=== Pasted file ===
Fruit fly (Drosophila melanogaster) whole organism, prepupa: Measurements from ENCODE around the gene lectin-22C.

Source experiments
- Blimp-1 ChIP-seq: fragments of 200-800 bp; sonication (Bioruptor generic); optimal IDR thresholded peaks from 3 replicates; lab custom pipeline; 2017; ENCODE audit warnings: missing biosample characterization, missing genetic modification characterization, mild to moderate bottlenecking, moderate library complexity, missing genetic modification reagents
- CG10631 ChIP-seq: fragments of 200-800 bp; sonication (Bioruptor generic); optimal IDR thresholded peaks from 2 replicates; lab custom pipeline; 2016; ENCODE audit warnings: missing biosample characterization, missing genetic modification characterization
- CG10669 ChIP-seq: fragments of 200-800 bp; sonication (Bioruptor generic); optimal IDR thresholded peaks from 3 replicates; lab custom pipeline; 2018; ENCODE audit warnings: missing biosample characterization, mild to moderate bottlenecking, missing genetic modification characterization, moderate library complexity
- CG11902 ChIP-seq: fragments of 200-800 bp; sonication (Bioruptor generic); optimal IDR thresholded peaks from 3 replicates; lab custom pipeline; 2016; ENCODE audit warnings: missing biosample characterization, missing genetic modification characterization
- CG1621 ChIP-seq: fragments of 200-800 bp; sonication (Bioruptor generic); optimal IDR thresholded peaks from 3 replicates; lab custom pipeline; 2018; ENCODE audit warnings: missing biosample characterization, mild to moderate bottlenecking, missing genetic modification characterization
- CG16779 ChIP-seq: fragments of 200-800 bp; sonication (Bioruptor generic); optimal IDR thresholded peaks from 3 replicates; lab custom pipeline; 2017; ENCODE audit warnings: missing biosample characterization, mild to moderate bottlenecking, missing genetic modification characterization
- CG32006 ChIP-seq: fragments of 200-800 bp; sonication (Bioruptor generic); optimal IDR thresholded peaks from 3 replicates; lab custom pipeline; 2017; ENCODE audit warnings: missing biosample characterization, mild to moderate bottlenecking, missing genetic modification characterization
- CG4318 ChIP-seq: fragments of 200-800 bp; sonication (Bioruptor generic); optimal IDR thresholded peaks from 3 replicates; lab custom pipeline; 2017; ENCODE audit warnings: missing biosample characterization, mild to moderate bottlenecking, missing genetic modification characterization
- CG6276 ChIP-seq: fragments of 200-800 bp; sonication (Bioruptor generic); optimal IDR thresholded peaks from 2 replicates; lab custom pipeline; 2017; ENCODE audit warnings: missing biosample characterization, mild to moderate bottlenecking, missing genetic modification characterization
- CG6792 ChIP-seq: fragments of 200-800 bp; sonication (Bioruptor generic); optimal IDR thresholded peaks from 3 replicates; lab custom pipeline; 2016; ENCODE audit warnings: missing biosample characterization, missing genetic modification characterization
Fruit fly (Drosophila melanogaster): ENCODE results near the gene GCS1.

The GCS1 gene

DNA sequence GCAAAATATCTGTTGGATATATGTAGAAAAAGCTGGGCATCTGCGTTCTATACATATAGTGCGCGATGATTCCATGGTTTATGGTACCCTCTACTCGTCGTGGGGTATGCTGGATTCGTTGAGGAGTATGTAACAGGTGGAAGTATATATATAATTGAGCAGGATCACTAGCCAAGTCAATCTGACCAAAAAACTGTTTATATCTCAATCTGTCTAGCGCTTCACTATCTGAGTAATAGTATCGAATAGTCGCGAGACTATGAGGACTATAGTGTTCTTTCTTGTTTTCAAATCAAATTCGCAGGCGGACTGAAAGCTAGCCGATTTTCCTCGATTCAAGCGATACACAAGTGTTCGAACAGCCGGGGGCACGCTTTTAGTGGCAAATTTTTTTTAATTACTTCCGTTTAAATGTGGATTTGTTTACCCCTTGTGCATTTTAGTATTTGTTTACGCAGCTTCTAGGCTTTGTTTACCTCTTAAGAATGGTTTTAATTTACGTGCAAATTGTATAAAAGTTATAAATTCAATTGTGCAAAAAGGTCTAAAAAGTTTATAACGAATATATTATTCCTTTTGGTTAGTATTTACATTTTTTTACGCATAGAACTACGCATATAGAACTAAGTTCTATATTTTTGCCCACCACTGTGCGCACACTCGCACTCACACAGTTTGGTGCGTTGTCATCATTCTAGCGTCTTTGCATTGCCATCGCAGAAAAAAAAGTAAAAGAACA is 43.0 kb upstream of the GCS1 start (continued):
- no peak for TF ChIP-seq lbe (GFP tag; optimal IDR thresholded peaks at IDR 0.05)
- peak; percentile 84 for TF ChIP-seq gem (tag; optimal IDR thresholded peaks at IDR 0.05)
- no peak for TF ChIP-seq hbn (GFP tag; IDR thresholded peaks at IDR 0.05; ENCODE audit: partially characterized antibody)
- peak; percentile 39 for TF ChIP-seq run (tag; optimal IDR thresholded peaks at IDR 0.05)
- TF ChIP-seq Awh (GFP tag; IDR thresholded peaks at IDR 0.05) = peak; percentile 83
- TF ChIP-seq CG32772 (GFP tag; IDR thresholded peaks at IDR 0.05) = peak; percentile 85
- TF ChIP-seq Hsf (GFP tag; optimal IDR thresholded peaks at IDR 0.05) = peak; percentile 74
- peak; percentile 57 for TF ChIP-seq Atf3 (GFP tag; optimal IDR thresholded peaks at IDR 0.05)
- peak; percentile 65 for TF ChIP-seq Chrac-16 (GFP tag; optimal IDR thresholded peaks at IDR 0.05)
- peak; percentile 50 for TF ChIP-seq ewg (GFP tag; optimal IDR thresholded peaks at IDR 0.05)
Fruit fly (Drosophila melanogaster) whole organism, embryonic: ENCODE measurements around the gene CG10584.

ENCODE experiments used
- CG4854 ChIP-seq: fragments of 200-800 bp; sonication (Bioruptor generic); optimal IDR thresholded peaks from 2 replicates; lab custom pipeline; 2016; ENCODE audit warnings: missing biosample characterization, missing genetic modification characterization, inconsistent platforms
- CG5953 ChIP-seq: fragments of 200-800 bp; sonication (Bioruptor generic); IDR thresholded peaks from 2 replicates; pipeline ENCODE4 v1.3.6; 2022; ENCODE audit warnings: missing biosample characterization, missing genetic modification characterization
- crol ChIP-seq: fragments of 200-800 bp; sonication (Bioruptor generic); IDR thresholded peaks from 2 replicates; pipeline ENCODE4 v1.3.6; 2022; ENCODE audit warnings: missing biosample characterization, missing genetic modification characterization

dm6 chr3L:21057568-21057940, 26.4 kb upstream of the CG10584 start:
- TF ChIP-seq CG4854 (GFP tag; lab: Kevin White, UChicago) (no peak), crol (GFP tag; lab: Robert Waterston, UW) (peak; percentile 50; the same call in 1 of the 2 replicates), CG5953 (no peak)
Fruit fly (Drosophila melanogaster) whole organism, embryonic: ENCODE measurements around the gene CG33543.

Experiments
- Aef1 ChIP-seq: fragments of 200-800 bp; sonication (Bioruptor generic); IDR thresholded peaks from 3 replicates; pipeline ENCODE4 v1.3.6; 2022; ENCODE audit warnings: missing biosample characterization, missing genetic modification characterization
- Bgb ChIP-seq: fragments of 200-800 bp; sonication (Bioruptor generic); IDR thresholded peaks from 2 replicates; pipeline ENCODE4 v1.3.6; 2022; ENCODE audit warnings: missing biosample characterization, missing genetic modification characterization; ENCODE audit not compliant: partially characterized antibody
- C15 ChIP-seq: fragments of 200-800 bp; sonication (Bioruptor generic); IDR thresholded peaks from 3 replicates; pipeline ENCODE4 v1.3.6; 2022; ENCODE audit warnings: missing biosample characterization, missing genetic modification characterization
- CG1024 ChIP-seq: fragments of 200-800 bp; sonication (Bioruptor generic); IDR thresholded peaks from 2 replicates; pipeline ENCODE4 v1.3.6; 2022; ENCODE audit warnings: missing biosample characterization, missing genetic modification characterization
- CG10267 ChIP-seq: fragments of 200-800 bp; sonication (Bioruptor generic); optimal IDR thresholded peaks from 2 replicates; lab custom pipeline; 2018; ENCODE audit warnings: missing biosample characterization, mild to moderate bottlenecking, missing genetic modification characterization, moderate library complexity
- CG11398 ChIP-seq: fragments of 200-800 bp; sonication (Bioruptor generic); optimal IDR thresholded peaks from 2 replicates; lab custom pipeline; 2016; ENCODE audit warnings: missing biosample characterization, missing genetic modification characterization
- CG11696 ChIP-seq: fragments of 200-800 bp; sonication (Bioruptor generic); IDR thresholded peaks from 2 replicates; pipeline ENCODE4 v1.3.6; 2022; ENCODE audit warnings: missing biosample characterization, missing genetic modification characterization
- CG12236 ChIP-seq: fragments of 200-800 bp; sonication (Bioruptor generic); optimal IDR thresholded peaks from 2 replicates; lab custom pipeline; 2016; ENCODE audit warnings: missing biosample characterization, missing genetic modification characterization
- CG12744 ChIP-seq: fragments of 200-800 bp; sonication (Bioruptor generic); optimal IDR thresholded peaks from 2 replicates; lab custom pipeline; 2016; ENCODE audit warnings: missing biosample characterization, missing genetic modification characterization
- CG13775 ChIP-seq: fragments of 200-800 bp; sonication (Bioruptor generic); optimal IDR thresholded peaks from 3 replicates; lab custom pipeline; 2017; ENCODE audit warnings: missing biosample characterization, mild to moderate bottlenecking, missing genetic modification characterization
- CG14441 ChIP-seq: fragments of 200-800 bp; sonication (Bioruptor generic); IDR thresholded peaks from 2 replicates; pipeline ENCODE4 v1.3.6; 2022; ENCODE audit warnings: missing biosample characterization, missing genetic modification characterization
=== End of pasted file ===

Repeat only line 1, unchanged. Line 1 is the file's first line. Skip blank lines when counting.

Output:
Fruit fly (Drosophila melanogaster) whole organism, prepupa: Measurements from ENCODE around the gene lectin-22C.